Banks led a slide in U.S. stocks, as results from big lenders including JP Morgan failed to enthuse investors keeping a wary eye on Russsia’s plan to consider banning some U.S. imports.
Shares of the biggest U.S. bank by assets dropped 2.6 percent, overturning an initial gain in premarket trading when the bank reported a record quarterly profit that fell slightly short of expectations.
Wells Fargo sank 3.1 percent, also erasing initial gains, after the bank said it may have to pay a penalty of $1 billion to resolve investigations.
Citigroup and the S&P banks index also fell around 2.5 percent and the broader S&P financial index lost 1.3 percent, making it the biggest decliner among the 11 major S&P sectors.
Analysts cast the losses as driven in part by a bullish 10 days for the lenders, whose shares have generally been shakier in 2018 after doubling in value in a little over 18 months.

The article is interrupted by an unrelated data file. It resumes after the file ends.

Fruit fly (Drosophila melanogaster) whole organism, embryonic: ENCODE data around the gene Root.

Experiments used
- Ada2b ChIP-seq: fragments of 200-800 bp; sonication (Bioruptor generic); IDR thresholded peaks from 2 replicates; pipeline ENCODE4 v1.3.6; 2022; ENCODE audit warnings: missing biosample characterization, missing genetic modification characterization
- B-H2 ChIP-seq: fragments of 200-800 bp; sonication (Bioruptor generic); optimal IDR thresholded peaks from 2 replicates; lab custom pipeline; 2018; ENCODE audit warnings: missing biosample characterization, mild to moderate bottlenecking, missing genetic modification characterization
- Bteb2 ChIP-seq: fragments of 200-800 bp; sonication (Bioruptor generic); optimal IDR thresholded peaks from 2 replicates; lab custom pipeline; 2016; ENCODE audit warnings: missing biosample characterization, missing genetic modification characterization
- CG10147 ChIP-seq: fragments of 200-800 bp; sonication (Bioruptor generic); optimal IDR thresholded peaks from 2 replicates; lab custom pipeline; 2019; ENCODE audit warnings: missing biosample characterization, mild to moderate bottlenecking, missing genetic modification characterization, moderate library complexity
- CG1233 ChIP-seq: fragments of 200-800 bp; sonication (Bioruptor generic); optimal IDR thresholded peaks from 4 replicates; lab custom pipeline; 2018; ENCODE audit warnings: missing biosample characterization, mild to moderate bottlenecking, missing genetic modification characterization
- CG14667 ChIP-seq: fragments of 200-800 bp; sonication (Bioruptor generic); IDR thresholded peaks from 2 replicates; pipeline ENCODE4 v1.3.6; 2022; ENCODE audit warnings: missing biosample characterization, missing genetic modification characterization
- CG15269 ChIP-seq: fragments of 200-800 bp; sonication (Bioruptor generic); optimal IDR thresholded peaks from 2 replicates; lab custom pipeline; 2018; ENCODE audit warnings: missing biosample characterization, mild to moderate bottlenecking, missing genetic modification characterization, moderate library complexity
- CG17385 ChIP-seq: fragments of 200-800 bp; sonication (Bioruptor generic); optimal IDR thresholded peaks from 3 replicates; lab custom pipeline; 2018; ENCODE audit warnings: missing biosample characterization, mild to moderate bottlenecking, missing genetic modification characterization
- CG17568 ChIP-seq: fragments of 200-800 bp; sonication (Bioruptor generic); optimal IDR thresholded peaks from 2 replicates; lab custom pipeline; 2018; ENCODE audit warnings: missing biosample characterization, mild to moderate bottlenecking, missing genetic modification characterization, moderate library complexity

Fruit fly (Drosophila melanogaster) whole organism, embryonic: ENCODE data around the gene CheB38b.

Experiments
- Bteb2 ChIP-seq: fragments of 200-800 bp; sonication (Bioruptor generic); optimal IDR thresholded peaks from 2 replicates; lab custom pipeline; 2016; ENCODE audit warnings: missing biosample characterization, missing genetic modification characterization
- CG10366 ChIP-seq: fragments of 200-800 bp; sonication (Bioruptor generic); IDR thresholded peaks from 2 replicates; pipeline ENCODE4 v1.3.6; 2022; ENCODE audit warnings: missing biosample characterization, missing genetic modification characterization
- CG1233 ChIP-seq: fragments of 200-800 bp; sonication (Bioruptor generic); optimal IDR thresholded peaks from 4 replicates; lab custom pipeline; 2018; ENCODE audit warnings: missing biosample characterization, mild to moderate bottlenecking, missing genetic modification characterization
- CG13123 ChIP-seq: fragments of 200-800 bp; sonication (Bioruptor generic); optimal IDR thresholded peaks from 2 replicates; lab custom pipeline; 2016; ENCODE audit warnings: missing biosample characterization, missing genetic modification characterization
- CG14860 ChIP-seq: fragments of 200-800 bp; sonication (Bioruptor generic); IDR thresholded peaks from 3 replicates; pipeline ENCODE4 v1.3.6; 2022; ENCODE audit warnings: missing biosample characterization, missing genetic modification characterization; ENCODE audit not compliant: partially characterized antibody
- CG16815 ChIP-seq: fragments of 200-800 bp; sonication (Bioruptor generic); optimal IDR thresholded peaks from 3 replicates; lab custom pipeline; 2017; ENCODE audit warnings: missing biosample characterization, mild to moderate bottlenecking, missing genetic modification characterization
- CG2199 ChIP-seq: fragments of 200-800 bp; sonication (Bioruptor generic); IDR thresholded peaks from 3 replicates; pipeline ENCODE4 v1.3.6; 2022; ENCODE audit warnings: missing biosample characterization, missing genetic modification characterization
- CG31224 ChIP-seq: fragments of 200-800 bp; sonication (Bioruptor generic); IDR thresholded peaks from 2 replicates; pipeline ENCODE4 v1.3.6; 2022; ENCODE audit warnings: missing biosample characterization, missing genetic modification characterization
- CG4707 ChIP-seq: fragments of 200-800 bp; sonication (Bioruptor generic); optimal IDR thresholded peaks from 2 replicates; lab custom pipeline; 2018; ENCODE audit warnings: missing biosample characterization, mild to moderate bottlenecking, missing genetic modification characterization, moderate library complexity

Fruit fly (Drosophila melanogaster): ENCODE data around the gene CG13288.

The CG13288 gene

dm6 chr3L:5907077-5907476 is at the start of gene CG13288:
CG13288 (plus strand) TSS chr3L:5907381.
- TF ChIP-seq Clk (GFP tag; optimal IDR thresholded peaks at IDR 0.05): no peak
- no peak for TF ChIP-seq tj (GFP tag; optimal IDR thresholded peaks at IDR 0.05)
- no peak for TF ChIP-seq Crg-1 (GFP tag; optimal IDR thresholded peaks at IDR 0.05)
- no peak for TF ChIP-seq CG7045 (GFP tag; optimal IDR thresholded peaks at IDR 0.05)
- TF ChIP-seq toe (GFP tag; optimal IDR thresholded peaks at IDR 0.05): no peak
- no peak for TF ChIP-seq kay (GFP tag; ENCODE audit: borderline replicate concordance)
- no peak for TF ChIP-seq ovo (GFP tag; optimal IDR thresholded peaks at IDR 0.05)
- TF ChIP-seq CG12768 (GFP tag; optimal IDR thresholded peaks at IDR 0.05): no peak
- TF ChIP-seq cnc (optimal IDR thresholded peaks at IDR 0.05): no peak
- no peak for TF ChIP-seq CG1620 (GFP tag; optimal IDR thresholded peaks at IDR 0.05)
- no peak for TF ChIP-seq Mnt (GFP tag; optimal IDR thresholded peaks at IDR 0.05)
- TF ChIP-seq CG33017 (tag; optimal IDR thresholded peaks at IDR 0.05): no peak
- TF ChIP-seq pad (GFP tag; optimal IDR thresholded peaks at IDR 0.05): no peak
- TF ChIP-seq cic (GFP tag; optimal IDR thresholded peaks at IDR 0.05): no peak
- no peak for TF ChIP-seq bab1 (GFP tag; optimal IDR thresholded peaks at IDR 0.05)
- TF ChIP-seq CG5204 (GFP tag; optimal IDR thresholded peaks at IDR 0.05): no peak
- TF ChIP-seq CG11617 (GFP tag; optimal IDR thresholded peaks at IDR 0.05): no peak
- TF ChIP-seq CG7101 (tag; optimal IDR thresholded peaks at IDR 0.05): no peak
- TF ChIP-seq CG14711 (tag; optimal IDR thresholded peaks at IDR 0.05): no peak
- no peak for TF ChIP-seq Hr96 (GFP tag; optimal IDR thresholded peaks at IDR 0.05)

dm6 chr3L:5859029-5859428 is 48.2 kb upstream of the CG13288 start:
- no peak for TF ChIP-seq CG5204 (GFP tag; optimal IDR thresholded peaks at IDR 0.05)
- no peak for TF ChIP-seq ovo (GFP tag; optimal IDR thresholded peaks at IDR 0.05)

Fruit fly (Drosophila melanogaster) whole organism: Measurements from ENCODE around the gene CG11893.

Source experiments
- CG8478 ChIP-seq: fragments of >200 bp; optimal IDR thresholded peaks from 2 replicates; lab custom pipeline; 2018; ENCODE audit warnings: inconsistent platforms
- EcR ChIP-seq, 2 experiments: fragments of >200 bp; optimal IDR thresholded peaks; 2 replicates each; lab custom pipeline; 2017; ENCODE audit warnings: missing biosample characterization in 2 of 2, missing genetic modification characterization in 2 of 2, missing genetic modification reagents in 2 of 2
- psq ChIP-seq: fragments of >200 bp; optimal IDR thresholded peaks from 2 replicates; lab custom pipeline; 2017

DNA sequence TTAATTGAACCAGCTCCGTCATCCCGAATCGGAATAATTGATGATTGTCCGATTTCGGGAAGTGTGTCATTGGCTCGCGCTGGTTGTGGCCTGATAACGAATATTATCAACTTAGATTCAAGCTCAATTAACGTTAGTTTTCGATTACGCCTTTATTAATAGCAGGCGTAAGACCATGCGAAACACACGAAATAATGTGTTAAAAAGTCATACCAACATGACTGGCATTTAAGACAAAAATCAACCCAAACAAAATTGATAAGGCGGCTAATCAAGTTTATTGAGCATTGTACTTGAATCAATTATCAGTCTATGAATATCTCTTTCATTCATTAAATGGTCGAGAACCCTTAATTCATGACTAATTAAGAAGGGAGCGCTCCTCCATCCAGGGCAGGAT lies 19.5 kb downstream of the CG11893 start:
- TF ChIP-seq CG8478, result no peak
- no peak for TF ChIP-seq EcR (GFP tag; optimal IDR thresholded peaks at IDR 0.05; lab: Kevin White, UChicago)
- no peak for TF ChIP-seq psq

“This is the exception, and not the norm, to have good reports and stocks sell off,” said Art Hogan, chief market strategist at B. Riley FBR in Boston.
“But we did see the banks ramp up, over the last couple of days into these reports, sort of buy the rumour sell on the news is not unusual for the group.”